“In our professional and expert opinion, the manner of death is NATURAL,” the pathologists wrote. 

Before the autopsy, the family of the deceased demanded a forensic autopsy on grounds that the cause of death may have been criminal, a request that was denied by the government.

The government had accused the family of trying to distort the pathologists’ report, which the family denied.

As a result, the family did not attend the March 27 clinical autopsy that was conducted by the government.  

“As a family representation, the family authorized me not to attend the autopsy because what they requested was not met,” said Dr. Abel Momo, family spokesperson. 

President George Weah later offered to conduct a second autopsy for the deceased and offered the family to source a pathologist of their choice, since they had rejected the first report. 

The pathologist appointed by the family to conduct a second autopsy on her remains was unable to fly to Liberia due to the outbreak of monkeypox in 23 countries across the world, including Nigeria, where at least one person had died of the disease.

The pathologist from the Philippines, in an email response to the Minister of Justice, Cllr. Frank Musah Dean, cited the “outbreak of Monkeypox in West Africa as one of the reasons for my inability to travel to Liberia to conduct the second autopsy”, as agreed upon with the family of the deceased, along with their lawyer, Tiawan Gongloe, and the former president of the Liberia Council of Churches, Bishop Kortu Brown.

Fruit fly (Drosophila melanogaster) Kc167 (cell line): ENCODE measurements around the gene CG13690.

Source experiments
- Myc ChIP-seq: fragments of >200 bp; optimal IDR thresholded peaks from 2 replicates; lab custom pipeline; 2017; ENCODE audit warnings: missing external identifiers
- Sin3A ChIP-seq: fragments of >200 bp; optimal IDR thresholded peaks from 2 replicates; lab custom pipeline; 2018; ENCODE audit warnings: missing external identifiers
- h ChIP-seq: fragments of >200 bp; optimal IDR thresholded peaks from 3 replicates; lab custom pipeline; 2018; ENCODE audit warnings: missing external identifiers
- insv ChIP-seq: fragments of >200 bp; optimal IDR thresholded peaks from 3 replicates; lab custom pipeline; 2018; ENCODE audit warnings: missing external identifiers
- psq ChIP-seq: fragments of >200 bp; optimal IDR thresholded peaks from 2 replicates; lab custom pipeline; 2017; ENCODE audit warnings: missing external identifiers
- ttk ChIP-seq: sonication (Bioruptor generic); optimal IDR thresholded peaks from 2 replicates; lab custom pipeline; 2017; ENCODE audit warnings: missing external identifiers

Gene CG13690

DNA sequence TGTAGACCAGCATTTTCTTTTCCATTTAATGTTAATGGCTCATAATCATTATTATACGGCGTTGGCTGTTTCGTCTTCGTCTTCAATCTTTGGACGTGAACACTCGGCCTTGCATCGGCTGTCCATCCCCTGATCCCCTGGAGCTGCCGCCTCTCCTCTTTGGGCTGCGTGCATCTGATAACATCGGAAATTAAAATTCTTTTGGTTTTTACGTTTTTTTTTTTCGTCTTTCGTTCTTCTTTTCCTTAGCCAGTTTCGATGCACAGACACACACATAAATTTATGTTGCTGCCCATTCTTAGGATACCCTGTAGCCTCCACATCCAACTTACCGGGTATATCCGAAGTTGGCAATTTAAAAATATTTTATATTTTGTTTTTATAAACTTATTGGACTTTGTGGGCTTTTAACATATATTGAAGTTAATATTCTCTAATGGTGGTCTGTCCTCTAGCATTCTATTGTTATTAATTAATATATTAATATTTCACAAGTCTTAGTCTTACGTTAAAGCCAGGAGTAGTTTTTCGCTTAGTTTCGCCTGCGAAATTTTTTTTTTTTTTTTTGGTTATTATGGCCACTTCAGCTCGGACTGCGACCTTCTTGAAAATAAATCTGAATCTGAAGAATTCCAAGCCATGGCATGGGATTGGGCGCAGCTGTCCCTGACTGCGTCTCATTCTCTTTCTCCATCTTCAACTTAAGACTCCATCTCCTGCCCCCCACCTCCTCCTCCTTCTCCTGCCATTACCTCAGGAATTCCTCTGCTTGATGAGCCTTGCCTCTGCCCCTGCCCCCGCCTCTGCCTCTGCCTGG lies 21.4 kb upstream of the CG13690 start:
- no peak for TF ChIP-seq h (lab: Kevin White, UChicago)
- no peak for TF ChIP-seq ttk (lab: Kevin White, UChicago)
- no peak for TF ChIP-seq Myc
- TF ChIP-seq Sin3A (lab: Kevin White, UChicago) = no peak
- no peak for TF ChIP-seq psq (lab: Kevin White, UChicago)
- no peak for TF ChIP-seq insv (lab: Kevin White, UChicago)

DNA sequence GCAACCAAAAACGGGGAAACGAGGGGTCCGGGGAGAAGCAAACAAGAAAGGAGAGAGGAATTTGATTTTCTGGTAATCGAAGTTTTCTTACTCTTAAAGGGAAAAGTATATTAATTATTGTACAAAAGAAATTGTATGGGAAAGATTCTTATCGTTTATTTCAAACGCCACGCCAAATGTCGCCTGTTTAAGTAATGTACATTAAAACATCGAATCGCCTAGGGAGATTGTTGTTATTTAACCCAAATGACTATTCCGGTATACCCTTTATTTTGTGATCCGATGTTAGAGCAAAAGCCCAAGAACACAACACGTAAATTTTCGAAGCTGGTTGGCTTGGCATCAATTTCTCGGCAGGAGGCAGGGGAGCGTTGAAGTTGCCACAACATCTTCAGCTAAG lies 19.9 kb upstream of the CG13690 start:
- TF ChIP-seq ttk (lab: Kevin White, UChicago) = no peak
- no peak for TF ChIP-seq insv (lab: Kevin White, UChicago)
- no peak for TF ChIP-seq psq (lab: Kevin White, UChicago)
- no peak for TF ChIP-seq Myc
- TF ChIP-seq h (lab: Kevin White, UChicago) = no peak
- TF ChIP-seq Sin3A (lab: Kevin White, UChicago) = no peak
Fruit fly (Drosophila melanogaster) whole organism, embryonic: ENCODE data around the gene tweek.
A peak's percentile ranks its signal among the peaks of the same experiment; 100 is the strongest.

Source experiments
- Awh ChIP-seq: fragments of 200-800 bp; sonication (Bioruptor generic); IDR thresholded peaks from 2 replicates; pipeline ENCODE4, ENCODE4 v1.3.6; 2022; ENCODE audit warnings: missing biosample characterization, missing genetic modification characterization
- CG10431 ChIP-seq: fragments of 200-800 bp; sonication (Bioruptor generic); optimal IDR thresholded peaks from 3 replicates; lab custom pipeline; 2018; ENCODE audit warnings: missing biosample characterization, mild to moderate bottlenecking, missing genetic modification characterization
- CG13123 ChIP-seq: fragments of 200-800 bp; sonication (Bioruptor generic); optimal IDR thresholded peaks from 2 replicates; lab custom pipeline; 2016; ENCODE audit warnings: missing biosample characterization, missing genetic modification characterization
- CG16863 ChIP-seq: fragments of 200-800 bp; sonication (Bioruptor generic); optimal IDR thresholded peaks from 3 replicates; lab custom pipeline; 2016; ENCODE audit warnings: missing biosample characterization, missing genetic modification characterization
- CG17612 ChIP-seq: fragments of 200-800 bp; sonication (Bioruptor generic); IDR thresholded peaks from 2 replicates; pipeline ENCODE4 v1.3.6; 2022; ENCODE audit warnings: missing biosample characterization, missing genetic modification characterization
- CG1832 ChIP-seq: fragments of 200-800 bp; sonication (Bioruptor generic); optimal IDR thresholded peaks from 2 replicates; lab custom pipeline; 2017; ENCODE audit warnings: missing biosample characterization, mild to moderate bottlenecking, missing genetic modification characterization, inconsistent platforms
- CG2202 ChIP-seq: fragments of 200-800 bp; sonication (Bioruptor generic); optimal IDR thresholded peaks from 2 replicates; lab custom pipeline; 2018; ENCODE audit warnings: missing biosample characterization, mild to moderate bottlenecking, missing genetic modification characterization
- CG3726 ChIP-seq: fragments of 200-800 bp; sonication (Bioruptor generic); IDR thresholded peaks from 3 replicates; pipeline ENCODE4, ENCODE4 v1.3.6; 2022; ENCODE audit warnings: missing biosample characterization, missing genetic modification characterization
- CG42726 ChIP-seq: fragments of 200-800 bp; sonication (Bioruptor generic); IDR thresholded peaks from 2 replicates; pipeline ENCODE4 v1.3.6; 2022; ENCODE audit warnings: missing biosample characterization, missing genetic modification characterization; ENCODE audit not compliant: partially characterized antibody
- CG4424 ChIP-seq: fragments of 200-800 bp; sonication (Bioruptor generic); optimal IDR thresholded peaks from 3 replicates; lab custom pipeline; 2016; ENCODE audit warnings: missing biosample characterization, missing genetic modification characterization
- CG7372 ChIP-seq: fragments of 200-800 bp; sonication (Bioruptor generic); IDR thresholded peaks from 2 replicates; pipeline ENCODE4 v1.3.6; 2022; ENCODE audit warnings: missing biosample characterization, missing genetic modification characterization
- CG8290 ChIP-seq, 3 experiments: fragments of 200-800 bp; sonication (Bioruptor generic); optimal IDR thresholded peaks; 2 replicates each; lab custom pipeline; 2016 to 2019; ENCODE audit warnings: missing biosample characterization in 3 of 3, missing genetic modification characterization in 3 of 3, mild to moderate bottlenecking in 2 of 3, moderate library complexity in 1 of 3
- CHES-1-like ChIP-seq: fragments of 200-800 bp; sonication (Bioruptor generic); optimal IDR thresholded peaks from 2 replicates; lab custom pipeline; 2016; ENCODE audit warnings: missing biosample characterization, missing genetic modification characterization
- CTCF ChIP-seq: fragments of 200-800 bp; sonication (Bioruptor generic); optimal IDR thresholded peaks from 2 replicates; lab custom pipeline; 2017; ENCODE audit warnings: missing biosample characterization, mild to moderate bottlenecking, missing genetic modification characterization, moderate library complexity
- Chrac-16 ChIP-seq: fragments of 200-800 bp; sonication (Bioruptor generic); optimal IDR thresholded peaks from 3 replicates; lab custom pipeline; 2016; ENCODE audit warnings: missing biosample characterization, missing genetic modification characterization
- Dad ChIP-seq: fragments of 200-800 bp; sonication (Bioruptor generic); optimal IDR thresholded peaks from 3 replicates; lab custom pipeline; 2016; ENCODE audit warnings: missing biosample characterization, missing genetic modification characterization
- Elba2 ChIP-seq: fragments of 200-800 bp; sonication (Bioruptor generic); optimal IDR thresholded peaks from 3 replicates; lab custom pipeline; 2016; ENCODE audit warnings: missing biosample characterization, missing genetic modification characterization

The pathologist, Dr. Servillano Ritualo, according to a government release, also mentioned several issues he deemed concerning, mainly his displeasure with the government’s request for a medical license that qualifies him as a pathologist. 

But Liberia’s Information Minister, Ledgerhood Rennie, noted that the government’s requirement of a recent medical license from Ritualo’s was necessary, “even though a medical license is renewed annually by the country in which one practice — in this case, the Philippines.” 

At this, the family demanded the body of Cooper for burial since they felt they could not get the answers they needed from the Government of Liberia. However, the government agreed with a caveat, that the family accept the government’s autopsy reports as final. 

This proposition the family flatly rejected, threatening to leave the body with the Government of Liberia and conduct their own memorial service for Princess.  After many stand-offs between the family of the deceased and the Liberian government, the body was released to the family for final rites and interment. 

However, after the proactive battle — the government released the body to the deceased family — leading to her finally being interred on August 6, in Johnsonville.  With tears flowing profusely, the family spokesman asked, “Could this be justice when we were flogged, disgraced, and humiliated all because we protested for our sister? Will there ever be justice for Princess?”